The last few weeks have seen those who advocate strict regulatory regimes on greenhouse gases scrambling to regain their footing in the wake of a landslide of bad news that started with the comically weak vote last Summer for climate legislation in the House (just 219 yeas), continued through the release of the Climategate emails, the disastrous breakdown of the international effort to address global warming at the U.N. Conference of the Parties at Copenhagen last December, the embarrassment of the Senate Democrats refusing to even allow a vote on climate change legislation this Summer, and concluded with a rash of Republican candidates for Senate announcing their disdain for the notion of man-made climate change (the nerve!).
As bad as those were, the sharpest, most telling, and perhaps lethal blow came earlier this month. Almost entirely ignored by the media, Deutsche Bank announced that it was exiting the carbon trading business in the United States (reported here). As explained to Reuters by Kevin Parker, global head of the Asset Management Division, “You just throw your hands up and say … we're going to take our money elsewhere.” Parker also noted that Deutsche Bank will focus its “green” investment dollars more and more on opportunities in China and Western Europe, where it sees governments “providing a more positive environment.”
Well. Translated back into English, that means that Mr. Parker is clearly annoyed that American taxpayers are not as pliant as they should be, and certainly not as easy to get along with as Chinese taxpayers or European voters.
To add insult to injury, Reuters also reported earlier in the month that the Intercontinental Exchange Inc. (ICE) is laying off staff at the Chicago Climate Exchange (CCX), citing (wait for it) a lack of U.S. action on climate change. The layoffs began on in late July, and although the total number of jobs to be cut was unknown, roughly half of the employees either had or were being let go. ICE would not confirm or comment on the layoffs, and (unlike Mr. Parker) they managed to avoid whining or blaming someone else. (their no comment can be found here)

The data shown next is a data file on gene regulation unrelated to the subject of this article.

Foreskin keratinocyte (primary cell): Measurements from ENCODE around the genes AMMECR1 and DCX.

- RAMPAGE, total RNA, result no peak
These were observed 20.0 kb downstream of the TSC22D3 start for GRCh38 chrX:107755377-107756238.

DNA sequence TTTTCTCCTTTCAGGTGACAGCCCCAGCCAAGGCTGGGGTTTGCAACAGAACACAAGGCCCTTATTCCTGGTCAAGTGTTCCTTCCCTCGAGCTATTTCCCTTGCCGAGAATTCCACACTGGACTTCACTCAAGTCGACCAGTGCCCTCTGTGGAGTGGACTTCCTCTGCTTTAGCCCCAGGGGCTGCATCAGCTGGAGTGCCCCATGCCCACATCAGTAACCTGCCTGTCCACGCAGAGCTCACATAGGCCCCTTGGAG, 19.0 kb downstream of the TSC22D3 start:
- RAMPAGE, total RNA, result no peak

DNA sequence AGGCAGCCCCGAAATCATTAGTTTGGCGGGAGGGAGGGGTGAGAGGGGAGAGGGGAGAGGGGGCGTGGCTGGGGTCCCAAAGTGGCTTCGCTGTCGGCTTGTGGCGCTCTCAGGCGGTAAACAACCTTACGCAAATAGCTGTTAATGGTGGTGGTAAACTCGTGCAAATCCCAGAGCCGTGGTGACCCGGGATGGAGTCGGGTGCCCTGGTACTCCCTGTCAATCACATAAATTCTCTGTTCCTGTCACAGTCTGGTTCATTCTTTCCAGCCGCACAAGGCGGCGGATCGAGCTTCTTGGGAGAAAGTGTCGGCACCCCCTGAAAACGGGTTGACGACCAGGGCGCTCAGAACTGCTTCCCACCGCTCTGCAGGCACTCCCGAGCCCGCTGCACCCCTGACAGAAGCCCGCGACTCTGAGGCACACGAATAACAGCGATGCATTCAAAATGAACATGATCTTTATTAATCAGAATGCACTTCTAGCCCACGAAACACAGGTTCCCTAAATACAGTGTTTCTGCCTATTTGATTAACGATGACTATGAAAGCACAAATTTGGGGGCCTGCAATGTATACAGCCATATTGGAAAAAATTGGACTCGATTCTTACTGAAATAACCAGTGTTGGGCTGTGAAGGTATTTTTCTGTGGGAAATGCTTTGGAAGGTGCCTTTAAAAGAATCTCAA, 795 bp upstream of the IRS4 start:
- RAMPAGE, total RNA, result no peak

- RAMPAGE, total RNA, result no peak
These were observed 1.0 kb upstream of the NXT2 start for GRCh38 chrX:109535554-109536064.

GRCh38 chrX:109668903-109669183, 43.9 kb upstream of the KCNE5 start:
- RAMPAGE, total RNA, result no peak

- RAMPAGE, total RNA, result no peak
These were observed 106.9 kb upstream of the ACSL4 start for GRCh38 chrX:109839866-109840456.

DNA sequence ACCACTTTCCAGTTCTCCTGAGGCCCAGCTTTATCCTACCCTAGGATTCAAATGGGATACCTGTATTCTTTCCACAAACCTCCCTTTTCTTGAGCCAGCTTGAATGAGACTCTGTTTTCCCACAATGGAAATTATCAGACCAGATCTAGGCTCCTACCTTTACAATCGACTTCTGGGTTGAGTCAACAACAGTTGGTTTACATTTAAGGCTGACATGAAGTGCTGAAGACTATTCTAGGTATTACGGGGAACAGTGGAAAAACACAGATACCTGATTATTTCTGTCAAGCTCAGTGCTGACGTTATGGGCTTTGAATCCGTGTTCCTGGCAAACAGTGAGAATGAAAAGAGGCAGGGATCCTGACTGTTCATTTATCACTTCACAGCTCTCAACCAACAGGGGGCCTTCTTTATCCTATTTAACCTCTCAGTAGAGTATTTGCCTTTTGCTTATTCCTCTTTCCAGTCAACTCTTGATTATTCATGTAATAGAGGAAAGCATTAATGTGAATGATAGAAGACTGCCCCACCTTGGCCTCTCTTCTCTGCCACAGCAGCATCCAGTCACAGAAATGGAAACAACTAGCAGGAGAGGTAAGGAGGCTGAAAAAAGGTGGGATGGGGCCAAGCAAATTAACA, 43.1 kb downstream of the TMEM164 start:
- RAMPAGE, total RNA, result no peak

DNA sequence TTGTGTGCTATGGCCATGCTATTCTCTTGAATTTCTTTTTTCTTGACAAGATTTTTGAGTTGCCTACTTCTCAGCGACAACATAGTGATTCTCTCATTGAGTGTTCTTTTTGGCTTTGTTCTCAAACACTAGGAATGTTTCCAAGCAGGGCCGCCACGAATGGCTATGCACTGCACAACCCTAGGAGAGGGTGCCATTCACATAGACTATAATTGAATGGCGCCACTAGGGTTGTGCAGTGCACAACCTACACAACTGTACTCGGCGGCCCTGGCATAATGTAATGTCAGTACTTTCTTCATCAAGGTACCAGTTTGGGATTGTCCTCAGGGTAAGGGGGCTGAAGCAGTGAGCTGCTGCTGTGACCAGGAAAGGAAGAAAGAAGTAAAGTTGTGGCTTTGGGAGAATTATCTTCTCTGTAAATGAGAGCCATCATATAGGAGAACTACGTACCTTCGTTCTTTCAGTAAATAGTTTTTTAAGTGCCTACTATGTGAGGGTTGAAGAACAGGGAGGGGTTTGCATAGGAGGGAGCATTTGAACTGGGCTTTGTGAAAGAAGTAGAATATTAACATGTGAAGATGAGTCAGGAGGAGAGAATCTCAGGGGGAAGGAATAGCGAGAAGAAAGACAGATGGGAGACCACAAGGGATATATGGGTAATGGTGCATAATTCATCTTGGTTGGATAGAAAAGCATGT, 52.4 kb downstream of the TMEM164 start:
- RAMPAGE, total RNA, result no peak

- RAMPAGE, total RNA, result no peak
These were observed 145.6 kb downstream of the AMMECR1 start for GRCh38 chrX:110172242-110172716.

Fickle politicians? Inconsistent international negotiators ?Troublesome leaks? Difficult opponents? All of those are probably survivable. But when the financial guys start looking for the exits, you know the game is nearing the end, the fat lady is getting ready to sing, and the buses are warming up.
Mayura Hooper Vice President of Press and Media Relations of Deutsche Bank responds:
Thank you for taking my call re. Michael McKenna's blog on the Examiner's website.
I'd like to clarify that Deutsche Bank has not made any announcements regarding its carbon trading business in the United States, as Michael McKenna states in his Aug. 30, blog (please see the following link). His information is incorrect.
Mr. McKenna refers to a Reuters article with Kevin Parker, the head of Deutsche Bank's asset management division, which was corrected. The corrected article makes clear that Mr. Parker speaks for a division of the Bank and points out that other areas of the bank will continue to look for climate change investment opportunities in the United States. The point Mr. Parker was making in his interview was that his business (Deutsche Asset Management) wants to invest more in the US but the lack of action from Congress makes it difficult to do so.
Please refer to the correct Reuters article below: